If I can’t describe a character’s ethnicity through skin color or features, if I can only say they have skin and features, the effort to make race not matter just erased my character’s race entirely. And, without those same ethnic differences that feel cliché and offensive to some, my character simply becomes the default race in western culture: white.

That’s how dominant culture works. Unless otherwise specified, the dominant culture is automatically the default assumption.

Even when authors try for racial ambiguity, “I know intentions are (often) good when writers purposely create racially-ambiguous characters, but it’s hard to undue a lifetime of defaulting ambiguous to White, for those who have been submerged in mainstream, White-dominated media all around the world. That’s just fact.” Even toning race down to say things like “dark beige skin” or “tanned olive skin” is problematic because, people can and often do interpret that as being white with a tan. Making our race ambiguous literally makes us invisible.

It is not enough to just not talk about or play down race. To just let the audience assume what it will. Let their imaginations fill in the blanks. Because, realistically, typically Western audiences just aren’t very good at mentally inserting diversity when given the option. That’s why people get so upset when actors of color are cast as characters in movies based on books, even when those characters were specifically stated to be, if not often specifically described as, characters of color in those books. Not to mention, also, like in the Last Airbender film, or, of course, the current Ghost in the Shell and Dr. Strange controversies, times when movie casts get white-washed to make the movie more sellable at the expense of the ethnic experience inherent in the story. Even when we find ways to diversify our traditionally, and out-datedly white-dominated stories, there are still too many people who, for too many reasons, have way too many problems with it. Who would prefer tradition over diversity. You know, those good ole days, where, for no real good reason beyond good old fashioned racism, everyone important was white.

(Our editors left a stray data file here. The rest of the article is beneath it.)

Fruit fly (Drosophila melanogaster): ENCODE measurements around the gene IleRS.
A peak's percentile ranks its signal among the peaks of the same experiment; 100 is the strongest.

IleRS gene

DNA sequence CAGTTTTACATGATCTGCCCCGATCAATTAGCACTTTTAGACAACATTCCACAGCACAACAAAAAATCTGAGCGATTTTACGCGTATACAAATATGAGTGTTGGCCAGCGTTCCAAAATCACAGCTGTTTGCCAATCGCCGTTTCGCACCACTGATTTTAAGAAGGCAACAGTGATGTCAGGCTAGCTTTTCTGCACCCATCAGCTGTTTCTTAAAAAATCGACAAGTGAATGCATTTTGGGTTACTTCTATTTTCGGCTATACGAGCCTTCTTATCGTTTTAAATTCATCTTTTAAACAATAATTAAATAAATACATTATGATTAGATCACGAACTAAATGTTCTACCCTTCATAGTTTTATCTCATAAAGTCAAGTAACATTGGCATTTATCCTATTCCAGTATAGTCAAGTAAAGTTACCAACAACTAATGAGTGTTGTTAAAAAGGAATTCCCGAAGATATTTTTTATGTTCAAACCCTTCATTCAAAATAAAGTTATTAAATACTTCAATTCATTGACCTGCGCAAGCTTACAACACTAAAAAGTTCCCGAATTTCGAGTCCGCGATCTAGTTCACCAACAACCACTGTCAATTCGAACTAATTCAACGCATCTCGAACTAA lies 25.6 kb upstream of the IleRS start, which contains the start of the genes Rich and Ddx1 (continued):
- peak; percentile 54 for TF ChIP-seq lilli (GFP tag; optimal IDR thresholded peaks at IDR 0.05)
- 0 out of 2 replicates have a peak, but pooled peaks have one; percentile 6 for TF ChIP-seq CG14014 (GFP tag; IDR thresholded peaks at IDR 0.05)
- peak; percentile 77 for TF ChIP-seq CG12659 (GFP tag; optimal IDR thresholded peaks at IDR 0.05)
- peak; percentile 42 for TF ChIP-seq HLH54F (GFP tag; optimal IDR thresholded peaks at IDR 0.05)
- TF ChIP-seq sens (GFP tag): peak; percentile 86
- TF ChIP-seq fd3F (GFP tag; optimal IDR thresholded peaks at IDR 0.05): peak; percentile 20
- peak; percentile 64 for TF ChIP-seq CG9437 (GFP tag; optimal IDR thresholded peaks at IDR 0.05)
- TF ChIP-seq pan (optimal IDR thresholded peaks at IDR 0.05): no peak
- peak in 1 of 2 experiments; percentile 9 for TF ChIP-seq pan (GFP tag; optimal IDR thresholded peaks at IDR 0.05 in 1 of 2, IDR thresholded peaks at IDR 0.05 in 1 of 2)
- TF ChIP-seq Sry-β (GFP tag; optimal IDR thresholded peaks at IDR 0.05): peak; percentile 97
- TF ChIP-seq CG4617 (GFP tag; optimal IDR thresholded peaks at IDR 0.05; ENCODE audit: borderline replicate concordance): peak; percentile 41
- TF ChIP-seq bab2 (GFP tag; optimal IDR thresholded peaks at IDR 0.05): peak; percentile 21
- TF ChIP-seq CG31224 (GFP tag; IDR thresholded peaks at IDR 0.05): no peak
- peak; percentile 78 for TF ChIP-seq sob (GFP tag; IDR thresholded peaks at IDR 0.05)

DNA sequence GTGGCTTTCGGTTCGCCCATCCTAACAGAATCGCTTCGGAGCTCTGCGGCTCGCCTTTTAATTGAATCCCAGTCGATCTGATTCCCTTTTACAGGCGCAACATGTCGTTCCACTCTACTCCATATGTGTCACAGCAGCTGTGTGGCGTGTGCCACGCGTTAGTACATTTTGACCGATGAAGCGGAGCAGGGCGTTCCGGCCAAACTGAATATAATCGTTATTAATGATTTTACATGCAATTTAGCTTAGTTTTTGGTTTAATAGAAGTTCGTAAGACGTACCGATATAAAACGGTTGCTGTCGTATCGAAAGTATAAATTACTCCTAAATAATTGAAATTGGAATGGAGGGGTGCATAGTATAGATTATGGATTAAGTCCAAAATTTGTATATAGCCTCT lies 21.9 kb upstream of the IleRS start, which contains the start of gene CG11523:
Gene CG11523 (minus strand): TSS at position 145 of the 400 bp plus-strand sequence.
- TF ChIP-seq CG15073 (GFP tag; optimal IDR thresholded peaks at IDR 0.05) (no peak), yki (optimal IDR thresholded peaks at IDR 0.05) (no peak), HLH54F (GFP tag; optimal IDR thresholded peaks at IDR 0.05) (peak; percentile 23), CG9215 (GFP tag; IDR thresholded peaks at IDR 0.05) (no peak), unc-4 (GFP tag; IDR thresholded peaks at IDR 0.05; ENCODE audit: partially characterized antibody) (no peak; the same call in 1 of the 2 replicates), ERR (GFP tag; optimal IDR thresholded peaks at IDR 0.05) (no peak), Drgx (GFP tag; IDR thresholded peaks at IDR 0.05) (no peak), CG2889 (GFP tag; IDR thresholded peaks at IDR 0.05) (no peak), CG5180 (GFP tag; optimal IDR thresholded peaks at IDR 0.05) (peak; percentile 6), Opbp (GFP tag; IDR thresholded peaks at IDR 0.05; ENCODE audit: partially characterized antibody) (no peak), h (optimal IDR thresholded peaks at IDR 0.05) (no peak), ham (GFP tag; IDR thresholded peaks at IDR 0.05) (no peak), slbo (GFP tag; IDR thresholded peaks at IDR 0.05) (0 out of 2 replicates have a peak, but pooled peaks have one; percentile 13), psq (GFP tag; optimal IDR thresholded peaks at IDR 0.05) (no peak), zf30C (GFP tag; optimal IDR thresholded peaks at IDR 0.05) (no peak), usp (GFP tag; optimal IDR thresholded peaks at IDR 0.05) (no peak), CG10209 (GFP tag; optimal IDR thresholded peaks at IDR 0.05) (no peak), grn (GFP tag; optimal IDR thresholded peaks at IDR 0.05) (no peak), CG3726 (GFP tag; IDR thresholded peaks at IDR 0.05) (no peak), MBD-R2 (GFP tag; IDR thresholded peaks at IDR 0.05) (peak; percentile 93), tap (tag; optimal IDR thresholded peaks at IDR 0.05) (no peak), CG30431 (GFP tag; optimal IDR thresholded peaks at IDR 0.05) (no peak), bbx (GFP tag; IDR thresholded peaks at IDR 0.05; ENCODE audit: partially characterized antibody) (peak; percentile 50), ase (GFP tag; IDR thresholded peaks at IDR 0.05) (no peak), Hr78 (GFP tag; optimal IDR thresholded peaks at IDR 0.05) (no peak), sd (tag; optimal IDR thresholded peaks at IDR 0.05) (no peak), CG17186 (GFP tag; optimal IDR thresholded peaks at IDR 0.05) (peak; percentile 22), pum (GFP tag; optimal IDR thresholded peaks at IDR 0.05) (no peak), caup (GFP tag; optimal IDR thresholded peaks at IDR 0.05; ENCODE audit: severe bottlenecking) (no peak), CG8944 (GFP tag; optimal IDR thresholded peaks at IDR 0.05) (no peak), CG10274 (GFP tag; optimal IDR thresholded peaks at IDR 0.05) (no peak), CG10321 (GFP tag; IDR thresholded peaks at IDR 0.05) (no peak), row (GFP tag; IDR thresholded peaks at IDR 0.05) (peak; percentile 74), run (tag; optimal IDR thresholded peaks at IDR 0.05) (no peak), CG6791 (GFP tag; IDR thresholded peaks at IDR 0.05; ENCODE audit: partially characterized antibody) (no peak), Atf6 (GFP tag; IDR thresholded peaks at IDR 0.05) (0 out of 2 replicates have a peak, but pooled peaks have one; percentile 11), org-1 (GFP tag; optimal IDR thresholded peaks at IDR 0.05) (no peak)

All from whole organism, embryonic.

Except, those days are long gone—welcome to today’s world—and, as I said, an all-white world doesn’t exist; we can no longer realistically pretend that it does. To present such a world is to depict, despite the intended genre, a fantasy-based dystopia in which the shocking lack of us needs to be addressed. Were we wiped out by disease? By war? If we are never characters of significance, if we never speak or act in ways that move the plot and by extension the world, why is that? Have we been silenced? Have we been pushed to the furthest margins of society? What happened in the story’s history to make our exclusion make sense?

And, if there isn’t one, if there was no mass genocide, no biological catastrophe, no sociological upheaval—if that’s just the story you have to tell—I have to wonder why that is. I have to wonder why, of all the worlds you could create, that was the one you chose. I would hope, at some point in the writing process, you would take a moment to wonder that too.